High-priority vaccinations against COVID-19 have begun in Yankton, but organizers are still waiting for more details from the South Dakota Department of Health (DOH) about how the rollout will proceed and how many doses will be released.
“Our goal is to inoculate as many people as possible,” Liz Healy, infection prevention coordinator and vaccine coordinator for Avera Sacred Heart Hospital (ASHH) in Yankton, told the Press & Dakotan. “We are going to do everything in our power to make sure that people know about these vaccine clinics, how to get signed up, where they are and what times they are.
“We will have information everywhere so that you literally cannot turn a corner without getting information about how to get a vaccine.”
South Dakota is currently only distributing vaccines to the three major health-care groups in the state — Monument, Sanford and Avera — but that will soon expand to other health-care providers, Dr. Byron Nielsen, a nephrologist at the Yankton Medical Clinic and president of its board of directors, told the Press & Dakotan.
“The Yankton Medical Clinic is all ready to start giving vaccinations,” he said. “We have trained people, and we have a process set in place. We are currently waiting for the state Department of Health to give us an allotment of vaccine and let us know that we’re OK to do the vaccinations.
“As soon as we know more, the public will know more.”
Individuals who choose to be vaccinated will have to sign up in advance and can expect the process to take about 30 minutes. They will receive one intra-muscular injection at the first clinic and a second 21-28 days later, depending on which vaccine they get. They will also be asked to wait for 15 minutes after receiving the shot, in case of an adverse reaction.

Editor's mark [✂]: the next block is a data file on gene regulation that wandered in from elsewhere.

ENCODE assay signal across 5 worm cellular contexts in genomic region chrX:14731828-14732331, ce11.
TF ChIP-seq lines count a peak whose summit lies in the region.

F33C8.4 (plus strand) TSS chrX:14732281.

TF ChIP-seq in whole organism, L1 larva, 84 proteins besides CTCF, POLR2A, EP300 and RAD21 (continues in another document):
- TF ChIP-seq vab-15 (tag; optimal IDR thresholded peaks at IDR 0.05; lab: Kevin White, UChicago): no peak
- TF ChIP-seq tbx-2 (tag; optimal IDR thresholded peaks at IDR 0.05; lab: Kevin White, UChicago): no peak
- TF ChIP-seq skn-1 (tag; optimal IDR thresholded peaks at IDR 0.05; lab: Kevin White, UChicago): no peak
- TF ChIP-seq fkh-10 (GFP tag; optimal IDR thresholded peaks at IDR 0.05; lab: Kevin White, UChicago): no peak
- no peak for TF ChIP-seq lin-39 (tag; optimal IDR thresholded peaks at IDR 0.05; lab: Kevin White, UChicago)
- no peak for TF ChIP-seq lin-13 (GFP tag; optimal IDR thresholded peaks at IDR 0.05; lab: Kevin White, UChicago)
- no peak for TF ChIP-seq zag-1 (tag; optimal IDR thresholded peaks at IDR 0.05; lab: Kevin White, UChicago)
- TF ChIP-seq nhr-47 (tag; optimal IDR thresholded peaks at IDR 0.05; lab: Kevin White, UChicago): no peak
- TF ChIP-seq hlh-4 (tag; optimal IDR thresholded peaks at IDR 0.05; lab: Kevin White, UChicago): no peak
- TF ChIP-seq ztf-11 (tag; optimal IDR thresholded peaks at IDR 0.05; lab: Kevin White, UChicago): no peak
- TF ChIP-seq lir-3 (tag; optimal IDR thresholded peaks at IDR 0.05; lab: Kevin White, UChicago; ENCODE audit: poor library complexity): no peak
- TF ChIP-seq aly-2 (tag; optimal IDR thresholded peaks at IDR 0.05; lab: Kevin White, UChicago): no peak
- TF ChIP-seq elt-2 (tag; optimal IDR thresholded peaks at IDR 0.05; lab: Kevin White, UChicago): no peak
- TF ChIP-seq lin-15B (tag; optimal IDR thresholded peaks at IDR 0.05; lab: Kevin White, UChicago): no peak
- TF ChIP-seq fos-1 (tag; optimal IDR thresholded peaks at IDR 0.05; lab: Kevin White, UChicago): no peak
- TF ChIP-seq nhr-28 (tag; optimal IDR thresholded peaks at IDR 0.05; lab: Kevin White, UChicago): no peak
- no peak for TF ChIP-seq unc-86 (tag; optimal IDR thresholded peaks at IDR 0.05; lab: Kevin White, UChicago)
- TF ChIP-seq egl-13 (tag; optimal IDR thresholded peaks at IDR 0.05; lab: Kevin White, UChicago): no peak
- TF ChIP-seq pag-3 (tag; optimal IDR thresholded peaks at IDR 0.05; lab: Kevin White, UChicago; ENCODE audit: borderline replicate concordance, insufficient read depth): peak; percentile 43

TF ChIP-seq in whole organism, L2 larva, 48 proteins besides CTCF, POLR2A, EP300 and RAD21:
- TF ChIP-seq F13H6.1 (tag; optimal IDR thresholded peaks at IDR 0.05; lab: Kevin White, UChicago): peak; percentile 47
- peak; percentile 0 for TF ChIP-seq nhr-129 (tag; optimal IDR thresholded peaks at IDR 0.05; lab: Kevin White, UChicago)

According to the DOH, the state is currently in the 1c vaccination phase and expects the next phase, 1d, to begin in early February.
The Priority 1 vaccination group has been divided into five tiers, including:
• Priority 1a — Health-care personnel working in emergency departments; intensive care units and dedicated COVID-19 acute care units or frontline staff providing care to COVID-19 patients in general wards in the absence of a dedicated unit; and long-term care staff in nursing homes and assisted living facilities;
• 1b — Long-term care residents in nursing homes and assisted-living facilities.
• 1c — Other health-care workers, including laboratory and clinic staff, public health workers, emergency medical services (EMS), law enforcement and correctional officers.
• 1d — Persons with two or more underlying medical conditions; teachers and other school/college staff; persons aged 65 years and older; residents in congregate settings; residents in licensed independent-living facilities; residents of licensed group homes and funeral-service workers.
• 1e — Fire service personnel followed by other critical infrastructure workers, including water and wastewater; energy; finance; food service; food and agriculture; legal; manufacturing; shelter and housing; transportation and logistics; information technology and communications.
Phase 2, the last phase, is expected to start in May and includes the rest of the state’s population age 16 and older for the Pfizer vaccine and 18 and older for the Moderna vaccine.
“Avera is conducting vaccination clinics for different population groups, according to the priority given by the state of South Dakota,” Healy said. “We are still in our Priority 1a and 1c.”
Priority 1d vaccinations, which are estimated to comprise 265,000 individuals, are expected to begin in April, Healy said.